MAF sensor information
Very Helpful information, describing the operation of a MAF sensor and how to test it for faults.
Question: What are the symptons of a malfunctioning mass airflow sensor?
Answer: An engine with a bad MAF sensor may be hard to start or stall after starting. It may hesitate under load, surge, idle rough or run excessively rich or lean. The engine may also hiccup when the throttle suddenly changes position.
If you suspect a MAF sensor problem, scan for any fault codes. A MAF problem should (but does not always) set a fault code. Codes that may indicate a problem with
the sensor include: GM: Code 33 (too high frequency) and Code 34 (too low frequency) on engines with multiport fuel injection only, and Code 36 on 5.0L and 5.7L engines that use the Bosch hot-wire MAF, if the burn-off cycle after shut-down fails to occur.
Of course, don’t overlook the basics, such as low engine compression, low vacuum, low fuel pressure, leaky or dirty injectors, ignition misfire, excessive backpressure (plugged converter), etc., since problems in any of these areas can produce similar driveability symptoms.
MAF sensors can be tested either on or off the vehicle in a variety of ways. You can use a MAF Sensor Tester and
tachometer to check the sensor’* response. If testing on the vehicle, unplug the wiring harness connector from the sensor and connect the tester and tachometer. Start the engine and watch the readings. They should change as the throttle is opened and closed. No change would indicate a bad sensor. The same hookup can be used to test the MAF sensor off the
vehicle. When you blow through the sensor, the readings should change if the sensor is detecting the change in air flow.Another check is to read the sensor’* voltage or frequency output on the vehicle. With Bosch hot-wire MAF sensors, the output voltage can be read directly with a digital
voltmeter by backprobing the brown-andwhite output wire to terminal B6 on the PCM. The voltage reading should be around 2.5 volts. If out of range, or if the sensor’* voltage output fails to increase when the throttle is opened with the engine running, the sensor may be defective. Check the orange and black feed wire for 12 volts, and the black wire for a good ground. Power to the MAF sensor is provided through a pair of relays (one for power, one for the burn-off cleaning cycle), so check the relays too, if the MAF sensor appears to be dead or sluggish. If the sensor works but is slow to respond to changes in air flow, the problem may be a contaminated sensing element caused by a failure in the self-cleaning circuit or relay. With GM Delco MAF sensors, attach a digital voltmeter to the appropriate MAF sensor output terminal. With the engine idling, the sensor should output a steady 2.5 volts. Tap lightly on the sensor and note the meter reading. A good sensor should show no change. If the meter reading jumps and/or the engine momentarily misfires, the sensor is bad and needs to be replaced. You can also check for heat-related problems by heating the sensor with a hair dryer and repeating the test. This same test can also be done using a meter that reads frequency. The older AC Delco MAF sensors (like a 2.8L V6) should show a steady reading of 32 Hz at idle to about 75 Hz at 3,500 rpm. The later model units (like those on a 3800 V6 with the Hitachi MAF sensor) should read about 2.9 kHz at idle and 5.0 kHz at 3,500 rpm. If tapping on the MAF sensor produces a sudden change in the frequency signal, it’* time for a new sensor.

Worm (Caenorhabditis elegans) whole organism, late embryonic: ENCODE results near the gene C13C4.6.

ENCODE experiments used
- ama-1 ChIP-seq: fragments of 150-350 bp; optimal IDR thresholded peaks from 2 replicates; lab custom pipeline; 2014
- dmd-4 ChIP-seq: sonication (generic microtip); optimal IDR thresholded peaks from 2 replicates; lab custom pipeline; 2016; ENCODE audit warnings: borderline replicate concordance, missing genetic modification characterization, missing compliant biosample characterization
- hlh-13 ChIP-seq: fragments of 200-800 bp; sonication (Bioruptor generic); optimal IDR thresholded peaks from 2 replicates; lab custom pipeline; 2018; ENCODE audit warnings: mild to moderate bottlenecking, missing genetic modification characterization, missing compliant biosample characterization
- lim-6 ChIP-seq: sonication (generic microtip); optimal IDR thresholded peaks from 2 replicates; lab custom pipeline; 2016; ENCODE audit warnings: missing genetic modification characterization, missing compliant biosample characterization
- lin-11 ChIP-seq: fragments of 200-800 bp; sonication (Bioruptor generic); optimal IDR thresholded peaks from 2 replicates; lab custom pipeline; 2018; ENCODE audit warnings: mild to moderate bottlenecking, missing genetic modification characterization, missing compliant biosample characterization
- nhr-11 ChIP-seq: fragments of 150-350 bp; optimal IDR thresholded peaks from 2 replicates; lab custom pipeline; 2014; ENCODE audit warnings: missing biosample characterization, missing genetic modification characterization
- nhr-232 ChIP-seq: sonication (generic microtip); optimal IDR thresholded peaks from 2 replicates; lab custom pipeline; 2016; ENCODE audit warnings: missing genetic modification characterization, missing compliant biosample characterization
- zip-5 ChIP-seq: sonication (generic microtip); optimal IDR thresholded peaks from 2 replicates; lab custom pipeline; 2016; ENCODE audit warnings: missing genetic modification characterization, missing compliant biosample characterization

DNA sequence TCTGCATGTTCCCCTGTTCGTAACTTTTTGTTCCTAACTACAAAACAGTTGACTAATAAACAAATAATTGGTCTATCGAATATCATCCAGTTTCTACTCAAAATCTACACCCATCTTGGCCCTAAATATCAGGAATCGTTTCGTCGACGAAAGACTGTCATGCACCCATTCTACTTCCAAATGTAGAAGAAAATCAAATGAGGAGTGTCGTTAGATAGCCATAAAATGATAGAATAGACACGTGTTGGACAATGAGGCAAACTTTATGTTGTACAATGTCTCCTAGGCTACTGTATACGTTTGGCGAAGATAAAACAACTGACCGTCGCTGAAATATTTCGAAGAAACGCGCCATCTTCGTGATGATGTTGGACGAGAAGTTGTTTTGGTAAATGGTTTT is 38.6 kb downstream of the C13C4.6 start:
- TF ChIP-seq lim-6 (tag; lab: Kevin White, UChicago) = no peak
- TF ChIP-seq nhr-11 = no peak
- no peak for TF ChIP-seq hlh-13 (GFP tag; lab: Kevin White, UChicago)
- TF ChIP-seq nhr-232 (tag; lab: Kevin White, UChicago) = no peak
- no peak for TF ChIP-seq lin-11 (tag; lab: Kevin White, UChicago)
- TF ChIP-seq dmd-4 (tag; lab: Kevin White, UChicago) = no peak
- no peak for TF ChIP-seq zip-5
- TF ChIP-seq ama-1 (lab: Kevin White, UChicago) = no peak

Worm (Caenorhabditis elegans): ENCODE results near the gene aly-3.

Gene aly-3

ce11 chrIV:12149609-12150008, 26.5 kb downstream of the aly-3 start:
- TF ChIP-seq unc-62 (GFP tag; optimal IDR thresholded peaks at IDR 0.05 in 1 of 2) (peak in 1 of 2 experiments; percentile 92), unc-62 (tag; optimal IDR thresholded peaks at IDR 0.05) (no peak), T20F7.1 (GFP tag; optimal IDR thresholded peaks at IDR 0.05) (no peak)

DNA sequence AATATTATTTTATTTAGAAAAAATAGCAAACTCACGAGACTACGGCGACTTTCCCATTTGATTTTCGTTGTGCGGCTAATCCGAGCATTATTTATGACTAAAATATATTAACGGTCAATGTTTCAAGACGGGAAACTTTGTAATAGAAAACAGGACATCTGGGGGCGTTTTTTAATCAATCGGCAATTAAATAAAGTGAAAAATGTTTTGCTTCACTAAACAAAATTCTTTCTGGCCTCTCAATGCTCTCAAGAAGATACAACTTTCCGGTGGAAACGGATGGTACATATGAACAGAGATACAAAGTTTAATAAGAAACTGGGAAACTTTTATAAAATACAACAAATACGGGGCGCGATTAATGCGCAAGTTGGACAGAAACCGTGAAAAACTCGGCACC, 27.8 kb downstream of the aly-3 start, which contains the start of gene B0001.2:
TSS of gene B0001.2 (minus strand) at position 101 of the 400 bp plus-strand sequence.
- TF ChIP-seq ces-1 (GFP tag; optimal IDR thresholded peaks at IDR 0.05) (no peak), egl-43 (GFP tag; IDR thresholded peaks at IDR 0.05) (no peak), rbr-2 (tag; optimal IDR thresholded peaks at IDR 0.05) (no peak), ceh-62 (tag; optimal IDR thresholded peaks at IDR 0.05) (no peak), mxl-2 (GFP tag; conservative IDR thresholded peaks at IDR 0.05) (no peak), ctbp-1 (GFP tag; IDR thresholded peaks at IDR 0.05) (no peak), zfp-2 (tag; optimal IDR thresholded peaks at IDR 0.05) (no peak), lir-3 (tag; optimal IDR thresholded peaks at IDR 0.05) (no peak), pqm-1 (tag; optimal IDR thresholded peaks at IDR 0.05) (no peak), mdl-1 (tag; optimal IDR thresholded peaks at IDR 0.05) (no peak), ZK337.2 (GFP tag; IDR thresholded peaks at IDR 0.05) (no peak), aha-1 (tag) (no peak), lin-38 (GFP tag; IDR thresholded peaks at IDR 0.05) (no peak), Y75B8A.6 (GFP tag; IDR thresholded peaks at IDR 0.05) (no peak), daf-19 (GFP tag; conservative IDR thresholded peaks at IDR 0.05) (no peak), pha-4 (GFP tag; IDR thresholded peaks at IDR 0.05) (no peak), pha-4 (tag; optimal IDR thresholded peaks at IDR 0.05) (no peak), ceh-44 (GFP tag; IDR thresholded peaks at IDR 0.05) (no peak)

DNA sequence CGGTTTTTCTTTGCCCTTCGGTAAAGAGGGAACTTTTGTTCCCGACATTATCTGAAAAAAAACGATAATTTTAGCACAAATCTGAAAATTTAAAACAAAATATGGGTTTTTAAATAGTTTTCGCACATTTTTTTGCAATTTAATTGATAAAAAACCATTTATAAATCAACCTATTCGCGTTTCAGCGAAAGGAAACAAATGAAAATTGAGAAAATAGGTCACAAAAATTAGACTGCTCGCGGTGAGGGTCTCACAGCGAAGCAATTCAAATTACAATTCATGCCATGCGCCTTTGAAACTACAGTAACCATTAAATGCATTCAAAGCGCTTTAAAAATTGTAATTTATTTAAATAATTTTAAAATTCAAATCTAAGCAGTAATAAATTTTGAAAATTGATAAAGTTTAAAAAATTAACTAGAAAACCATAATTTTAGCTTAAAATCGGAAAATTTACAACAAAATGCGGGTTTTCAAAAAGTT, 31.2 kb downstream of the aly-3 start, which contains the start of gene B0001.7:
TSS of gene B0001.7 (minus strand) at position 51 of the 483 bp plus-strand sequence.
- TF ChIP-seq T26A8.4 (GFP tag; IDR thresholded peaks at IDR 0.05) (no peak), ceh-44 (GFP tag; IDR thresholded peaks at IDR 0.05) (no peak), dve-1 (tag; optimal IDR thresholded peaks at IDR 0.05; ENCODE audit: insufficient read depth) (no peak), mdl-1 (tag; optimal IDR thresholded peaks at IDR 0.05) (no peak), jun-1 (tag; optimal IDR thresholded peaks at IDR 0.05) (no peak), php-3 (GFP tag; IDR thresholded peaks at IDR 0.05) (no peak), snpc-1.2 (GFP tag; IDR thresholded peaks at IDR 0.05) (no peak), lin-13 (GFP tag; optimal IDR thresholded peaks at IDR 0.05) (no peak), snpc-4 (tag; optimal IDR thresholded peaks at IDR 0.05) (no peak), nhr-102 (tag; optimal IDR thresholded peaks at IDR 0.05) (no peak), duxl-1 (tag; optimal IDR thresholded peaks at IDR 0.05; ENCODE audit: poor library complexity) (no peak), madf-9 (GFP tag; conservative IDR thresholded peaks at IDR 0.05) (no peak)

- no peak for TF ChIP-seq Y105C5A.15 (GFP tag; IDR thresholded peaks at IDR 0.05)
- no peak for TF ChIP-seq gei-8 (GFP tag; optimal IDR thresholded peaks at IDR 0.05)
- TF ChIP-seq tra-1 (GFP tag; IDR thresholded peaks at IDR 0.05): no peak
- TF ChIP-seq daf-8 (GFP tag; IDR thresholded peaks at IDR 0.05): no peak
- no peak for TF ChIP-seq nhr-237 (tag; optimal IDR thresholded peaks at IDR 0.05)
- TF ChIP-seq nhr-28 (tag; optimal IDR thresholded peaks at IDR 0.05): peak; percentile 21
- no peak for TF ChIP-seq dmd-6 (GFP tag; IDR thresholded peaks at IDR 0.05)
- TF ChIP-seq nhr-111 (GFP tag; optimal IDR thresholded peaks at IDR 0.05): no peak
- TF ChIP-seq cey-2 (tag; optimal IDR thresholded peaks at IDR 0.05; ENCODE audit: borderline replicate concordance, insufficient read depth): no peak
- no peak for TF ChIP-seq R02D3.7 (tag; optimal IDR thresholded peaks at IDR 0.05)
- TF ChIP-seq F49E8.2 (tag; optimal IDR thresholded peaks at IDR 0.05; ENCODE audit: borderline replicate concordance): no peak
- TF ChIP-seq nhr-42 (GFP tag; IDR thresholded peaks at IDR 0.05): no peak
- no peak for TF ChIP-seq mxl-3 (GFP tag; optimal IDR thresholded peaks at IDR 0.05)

On GM hot-film MAFs, you can also use a scan tool to read the sensor’* output in “grams per second” (gps), which corresponds to frequency. The reading should go from 4 to 8 gps at idle up to 100 to 240 gps at wide-open throttle. Like throttle position sensors, there should be smooth linear transition in sensor output as engine speed and load change. If the readings jump all over the place, the computer won’t be able to deliver the right air/fuel mixture and driveability and emissions will suffer. So you should also check the ensor’soutput at various speeds to see that its output hanges appropriately. Another way to observe the sensor’*
output is to look at its waveform on an oscilloscope. The waveform should be square and show a gradual increase in frequency as engine speed and load increase. Any skips
or sudden jumps or excessive noise in the pattern would tell you the sensor needs to be replaced. Yet another way to check the MAF sensor is to see what effect it has on injector timing. Using an oscilloscope or multimeter that reads milliseconds, connect the test probe to any injector ground terminal (one injector terminal is the supply voltage and the other is the ground circuit to the computer that controls injector timing). Then look at the duration of the injector pulses at idle (or while cranking the engine if the engine won’t
start). Injector timing varies depending on the application, but if the mass air flow sensor is not producing a signal, injector timing will be about four times longer than normal (possibly making the fuel mixture too rich to start). You can also use millisecond readings to confirm fuel enrichment when the throttle is opened during acceleration, fuel leaning during light load cruising and injector shut-down during deceleration. Under light load cruise, for example, you should see about 2.5 to 2.8 Ms duration.
Last edited by Toddster; 03-17-2009 at 09:54 PM.